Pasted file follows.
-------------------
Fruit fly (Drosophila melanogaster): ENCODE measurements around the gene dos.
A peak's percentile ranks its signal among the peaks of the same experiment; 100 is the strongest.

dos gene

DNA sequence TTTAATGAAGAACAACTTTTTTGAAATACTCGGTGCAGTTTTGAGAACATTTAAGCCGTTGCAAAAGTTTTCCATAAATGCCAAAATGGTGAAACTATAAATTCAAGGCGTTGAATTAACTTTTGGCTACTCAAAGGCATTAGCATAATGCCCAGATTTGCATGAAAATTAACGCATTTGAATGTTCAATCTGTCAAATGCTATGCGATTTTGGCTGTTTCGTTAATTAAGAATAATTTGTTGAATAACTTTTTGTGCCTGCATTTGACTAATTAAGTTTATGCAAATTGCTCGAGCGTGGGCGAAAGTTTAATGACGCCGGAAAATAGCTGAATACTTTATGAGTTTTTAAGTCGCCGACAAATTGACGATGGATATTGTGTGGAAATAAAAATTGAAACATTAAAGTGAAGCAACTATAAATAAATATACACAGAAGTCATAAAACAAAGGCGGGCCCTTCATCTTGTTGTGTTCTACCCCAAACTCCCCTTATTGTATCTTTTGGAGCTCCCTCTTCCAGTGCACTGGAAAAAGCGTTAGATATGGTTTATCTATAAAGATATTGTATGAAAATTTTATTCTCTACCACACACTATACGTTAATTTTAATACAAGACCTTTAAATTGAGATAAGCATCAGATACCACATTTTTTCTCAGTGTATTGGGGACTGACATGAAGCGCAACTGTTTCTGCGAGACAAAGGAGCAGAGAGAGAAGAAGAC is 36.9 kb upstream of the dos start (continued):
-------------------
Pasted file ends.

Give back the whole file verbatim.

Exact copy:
Fruit fly (Drosophila melanogaster): ENCODE measurements around the gene dos.
A peak's percentile ranks its signal among the peaks of the same experiment; 100 is the strongest.

dos gene

DNA sequence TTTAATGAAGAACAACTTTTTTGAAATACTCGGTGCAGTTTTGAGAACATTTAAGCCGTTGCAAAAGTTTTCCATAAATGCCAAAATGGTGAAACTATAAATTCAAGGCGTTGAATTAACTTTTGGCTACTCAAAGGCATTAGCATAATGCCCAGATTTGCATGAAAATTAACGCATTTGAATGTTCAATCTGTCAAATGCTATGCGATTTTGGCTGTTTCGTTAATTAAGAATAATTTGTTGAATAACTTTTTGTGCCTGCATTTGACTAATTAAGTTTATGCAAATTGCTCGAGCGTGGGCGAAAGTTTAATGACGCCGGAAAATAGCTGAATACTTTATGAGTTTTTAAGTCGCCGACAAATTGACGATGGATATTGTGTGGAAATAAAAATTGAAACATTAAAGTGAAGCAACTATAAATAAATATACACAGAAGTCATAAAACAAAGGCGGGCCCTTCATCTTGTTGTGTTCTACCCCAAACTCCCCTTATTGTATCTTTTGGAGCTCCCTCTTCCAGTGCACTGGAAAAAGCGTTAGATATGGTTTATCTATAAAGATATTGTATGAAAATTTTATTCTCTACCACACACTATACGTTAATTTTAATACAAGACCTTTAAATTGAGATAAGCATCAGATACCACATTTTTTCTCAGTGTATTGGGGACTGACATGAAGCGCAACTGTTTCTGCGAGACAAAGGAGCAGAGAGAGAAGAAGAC is 36.9 kb upstream of the dos start (continued):